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Eric RIVERA, Petitioner, v. Joshua BOSQUE, Respondent.

No. 5D15–3755.

Decided: November 24, 2015

Kansas R. Gooden, and Loreyn P. Raab, of Boyd & Jenerette, P.A., Jacksonville, for Petitioner. Barbara A. Eagan, of Eagan Appellate Law, PLLC, Orlando, for Respondent.

Petitioner, Eric Rivera, petitions for a writ of prohibition seeking review of the trial court's denial of his motion to disqualify the presiding judge. Respondent, Joshua Bosque, is represented in his personal injury case against Petitioner by two attorneys from the Payas, Payas & Payas law firm; both are involved in the trial judge's current, ongoing reelection campaign. One of the attorneys is simply listed as one of many attorneys who support the judge's reelection. However, Respondent's other attorney, Armando Payas, has a more significant role in the campaign: (i) he is a member of the judge's reelection campaign committee; (ii) he was a member of the host committee for a reception in support of the judge's reelection; (iii) he attended a fund raiser; (iv) he is listed as a supporter of the judge's reelection; and (v) he has made a financial contribution to the judge's reelection campaign. Florida law is clear that the aforementioned level of involvement by Armando Payas in the trial judge's on-going campaign is a legally sufficient basis to require granting the motion to disqualify. We grant the petition, quash the order denying the motion to disqualify, and direct the trial court to grant the motion to disqualify so that the case may be reassigned to a different judge.

“A writ of prohibition is the proper procedure for appellate review to test the validity of a motion to disqualify.” Time Warner Entm't Co. v. Baker, 647 So.2d 1070, 1071 (Fla. 5th DCA 1994) (citing Mangina v. Cornelius, 462 So.2d 602 (Fla. 5th DCA 1985)). Motions to disqualify are governed substantively by section 38.10, Florida Statutes (2014), and procedurally by Florida Rule of Judicial Administration 2.330. Pursuant to the rule, a judge against whom an initial motion to disqualify has been directed shall determine only the legal sufficiency of the motion without passing on the truth of the facts alleged. Fla. R. Jud. Admin. 2.330(f). The legal sufficiency of the motion turns on whether the facts alleged would place a reasonably prudent person in fear of not receiving a fair and impartial trial. See MacKenzie v. Super Kids Bargain Store, Inc., 565 So.2d 1332, 1335 (Fla.1990) (citing Livingston v. State, 441 So.2d 1083, 1087 (Fla.1983)).

“The facts alleged in a motion to disqualify need only show that the party making it has a well-grounded fear that he or she will not receive a fair trial at the hands of the judge. The judicial inquiry should focus on the reasonableness of the affiant's belief that the judge may be biased, and not the judge's own perception of his or her ability to act fairly.” Caleffe v. Vital, 488 So.2d 627, 628 (Fla. 4th DCA 1986) (citing Livingston, 441 So.2d at 1087). “A motion to disqualify is legally sufficient if the facts alleged—presumed as true and considered objectively—would reasonably cause a defendant to have a well-founded fear that he or she would not receive a fair trial or hearing before the presiding judge.” Minaya v. State, 118 So.3d 926, 929 (Fla. 5th DCA 2013 (citing Shuler v. Green Mountain Ventures, Inc., 791 So.2d 1213, 1215 (Fla. 5th DCA 2001)). “The facts must be viewed from the perspective of the petitioner.” Michaud–Berger v. Hurley, 607 So.2d 441, 446 (Fla. 4th DCA 1992).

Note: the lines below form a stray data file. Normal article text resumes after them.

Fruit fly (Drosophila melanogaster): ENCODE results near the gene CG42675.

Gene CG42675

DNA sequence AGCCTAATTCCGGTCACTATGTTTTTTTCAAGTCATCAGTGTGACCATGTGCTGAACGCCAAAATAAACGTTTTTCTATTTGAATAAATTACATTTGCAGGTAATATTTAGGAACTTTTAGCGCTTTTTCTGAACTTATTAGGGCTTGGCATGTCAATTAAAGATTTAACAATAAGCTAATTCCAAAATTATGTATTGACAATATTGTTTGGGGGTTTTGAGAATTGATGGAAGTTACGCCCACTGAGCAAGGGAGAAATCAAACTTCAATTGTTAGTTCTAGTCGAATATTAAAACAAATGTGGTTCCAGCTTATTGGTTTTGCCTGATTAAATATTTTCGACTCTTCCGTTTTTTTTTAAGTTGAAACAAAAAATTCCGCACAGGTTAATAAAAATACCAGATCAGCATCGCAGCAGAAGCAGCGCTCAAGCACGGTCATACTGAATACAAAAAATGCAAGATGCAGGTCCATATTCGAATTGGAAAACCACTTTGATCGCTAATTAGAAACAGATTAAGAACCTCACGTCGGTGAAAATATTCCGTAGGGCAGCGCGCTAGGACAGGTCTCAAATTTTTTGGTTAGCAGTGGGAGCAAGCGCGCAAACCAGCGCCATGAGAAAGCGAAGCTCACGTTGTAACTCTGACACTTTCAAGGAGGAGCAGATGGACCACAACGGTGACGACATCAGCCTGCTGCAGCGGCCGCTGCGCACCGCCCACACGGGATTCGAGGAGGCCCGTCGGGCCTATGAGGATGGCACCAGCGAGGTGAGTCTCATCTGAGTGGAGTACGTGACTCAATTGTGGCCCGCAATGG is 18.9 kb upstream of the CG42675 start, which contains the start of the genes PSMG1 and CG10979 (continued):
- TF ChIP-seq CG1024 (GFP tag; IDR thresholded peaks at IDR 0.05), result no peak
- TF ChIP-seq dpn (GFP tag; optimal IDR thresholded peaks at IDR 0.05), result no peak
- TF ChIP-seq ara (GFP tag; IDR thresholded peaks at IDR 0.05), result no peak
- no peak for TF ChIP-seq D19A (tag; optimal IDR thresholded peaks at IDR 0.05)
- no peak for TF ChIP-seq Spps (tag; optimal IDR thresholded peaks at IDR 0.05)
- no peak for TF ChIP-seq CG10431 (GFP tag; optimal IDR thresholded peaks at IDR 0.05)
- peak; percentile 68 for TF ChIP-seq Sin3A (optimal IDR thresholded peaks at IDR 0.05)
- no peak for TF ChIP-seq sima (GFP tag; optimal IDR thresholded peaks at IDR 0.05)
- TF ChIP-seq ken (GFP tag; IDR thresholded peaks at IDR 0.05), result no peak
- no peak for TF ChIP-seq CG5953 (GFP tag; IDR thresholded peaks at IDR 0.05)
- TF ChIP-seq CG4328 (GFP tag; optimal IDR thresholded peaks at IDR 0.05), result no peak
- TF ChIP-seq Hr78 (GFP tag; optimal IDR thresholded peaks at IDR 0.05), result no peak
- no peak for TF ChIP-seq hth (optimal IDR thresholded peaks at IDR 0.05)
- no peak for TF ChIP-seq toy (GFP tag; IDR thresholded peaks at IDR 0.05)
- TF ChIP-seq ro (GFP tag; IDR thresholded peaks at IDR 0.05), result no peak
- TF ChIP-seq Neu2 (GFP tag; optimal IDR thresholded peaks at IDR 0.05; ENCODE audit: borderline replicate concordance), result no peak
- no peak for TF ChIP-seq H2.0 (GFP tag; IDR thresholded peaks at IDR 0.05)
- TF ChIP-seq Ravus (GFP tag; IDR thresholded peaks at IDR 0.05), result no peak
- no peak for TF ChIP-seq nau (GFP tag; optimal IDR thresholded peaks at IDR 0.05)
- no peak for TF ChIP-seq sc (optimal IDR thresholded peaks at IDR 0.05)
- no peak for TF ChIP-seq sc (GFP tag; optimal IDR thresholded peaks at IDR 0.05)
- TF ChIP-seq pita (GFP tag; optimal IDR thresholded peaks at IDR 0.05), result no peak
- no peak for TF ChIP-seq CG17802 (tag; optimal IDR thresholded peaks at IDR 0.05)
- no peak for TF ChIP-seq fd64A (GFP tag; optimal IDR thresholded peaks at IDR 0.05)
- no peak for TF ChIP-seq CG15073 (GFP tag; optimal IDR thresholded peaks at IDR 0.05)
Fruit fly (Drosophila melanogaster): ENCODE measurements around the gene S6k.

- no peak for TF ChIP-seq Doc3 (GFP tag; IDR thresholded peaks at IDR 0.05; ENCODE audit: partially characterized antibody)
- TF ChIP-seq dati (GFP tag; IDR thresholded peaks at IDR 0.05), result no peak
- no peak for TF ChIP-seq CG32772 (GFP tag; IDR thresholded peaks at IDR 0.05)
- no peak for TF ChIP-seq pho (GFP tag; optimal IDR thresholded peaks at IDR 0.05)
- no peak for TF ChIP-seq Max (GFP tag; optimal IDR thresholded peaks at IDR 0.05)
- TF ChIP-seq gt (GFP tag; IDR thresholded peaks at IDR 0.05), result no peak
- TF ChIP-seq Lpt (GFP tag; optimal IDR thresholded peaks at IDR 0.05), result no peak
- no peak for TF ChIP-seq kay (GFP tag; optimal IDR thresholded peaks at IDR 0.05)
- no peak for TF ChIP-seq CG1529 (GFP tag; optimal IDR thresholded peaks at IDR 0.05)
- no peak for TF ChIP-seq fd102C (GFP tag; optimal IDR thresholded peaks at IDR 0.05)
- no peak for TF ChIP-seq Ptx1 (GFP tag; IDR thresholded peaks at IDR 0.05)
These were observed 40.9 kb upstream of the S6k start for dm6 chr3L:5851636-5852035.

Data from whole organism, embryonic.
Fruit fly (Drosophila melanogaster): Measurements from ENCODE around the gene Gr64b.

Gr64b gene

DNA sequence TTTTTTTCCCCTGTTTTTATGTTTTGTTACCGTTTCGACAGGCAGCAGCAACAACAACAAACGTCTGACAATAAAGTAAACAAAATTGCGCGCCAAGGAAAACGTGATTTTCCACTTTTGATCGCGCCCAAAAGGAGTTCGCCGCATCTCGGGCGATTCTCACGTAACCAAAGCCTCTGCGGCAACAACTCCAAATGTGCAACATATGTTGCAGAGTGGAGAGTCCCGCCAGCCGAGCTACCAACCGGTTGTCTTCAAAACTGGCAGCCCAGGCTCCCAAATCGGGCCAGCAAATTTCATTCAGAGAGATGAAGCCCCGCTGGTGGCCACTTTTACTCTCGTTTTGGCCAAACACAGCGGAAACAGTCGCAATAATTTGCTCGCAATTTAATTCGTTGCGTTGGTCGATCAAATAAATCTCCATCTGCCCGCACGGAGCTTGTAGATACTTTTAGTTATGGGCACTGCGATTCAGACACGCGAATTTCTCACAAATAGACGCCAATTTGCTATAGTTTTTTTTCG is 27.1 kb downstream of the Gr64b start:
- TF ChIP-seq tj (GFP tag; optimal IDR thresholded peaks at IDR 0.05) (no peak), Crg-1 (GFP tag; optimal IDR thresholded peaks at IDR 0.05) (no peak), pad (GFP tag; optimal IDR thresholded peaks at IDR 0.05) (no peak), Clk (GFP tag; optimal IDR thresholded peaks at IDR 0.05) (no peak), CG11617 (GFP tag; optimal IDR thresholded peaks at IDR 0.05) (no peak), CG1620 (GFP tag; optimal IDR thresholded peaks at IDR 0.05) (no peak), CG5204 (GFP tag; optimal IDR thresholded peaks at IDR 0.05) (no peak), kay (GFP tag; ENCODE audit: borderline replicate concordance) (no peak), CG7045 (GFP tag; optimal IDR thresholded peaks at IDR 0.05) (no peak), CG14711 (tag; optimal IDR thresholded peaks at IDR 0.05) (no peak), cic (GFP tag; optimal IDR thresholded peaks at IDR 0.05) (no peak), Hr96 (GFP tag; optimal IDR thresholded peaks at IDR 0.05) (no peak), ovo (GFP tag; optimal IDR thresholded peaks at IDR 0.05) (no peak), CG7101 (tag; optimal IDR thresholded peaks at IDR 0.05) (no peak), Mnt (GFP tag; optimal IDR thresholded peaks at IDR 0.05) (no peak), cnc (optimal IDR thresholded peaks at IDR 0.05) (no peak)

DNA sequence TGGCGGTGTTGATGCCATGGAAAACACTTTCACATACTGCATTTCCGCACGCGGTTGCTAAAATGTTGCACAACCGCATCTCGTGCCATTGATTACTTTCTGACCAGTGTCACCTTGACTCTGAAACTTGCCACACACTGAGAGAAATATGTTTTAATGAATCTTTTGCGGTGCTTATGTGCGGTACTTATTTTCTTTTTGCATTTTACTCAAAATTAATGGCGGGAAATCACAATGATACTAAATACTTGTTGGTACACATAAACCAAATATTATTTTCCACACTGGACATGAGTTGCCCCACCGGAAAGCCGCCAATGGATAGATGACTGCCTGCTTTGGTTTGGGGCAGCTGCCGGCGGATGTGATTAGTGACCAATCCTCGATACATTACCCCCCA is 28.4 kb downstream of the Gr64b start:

Petitioner's motion to disqualify the trial judge was supported by an affidavit from Petitioner and a certificate of good faith from his counsel, asserting Petitioner's fear that he would not be afforded a fair trial before the current judge. The motion to disqualify and its supporting papers identified three different reasons why Petitioner held this fear. Petitioner argues that all three reasons should be considered for their cumulative effect in accordance with Chillingworth v. State, 846 So.2d 674 (Fla. 4th DCA 2003), and Michaud–Berger, 607 So.2d at 441.

The first reason offered by Petitioner concerned the nature and timing of certain rulings made by the trial court. Petitioner moved for a second compulsory medical examination (CME) of Respondent. Petitioner stated that the second CME was needed as an updated assessment following Respondent's second surgery, which took place following the initial CME. Respondent objected and the trial court denied the motion. Petitioner petitioned this court for a writ of certiorari seeking reversal of that order denying discovery. Respondent filed opposition to the petition in this court, but also filed papers in the trial court withdrawing his objection to the second CME. The trial court took note of the objection being withdrawn and sua sponte granted Petitioner the second CME. Thereafter, this court dismissed Petitioner's certiorari petition, finding that it was moot. Petitioner contends that in promptly granting his request for a second CME shortly after Respondent withdrew its objection, the trial court denied him the opportunity to seek appellate attorney's fees. He additionally argued that the revised order did not provide sufficient time to schedule and conduct the second CME. As Petitioner acknowledges, adverse or unfavorable legal rulings, without more, are not legally sufficient grounds for disqualification. Winburn v. Earl's Well Drilling & Pump Serv., 939 So.2d 199, 200 (Fla. 5th DCA 2006).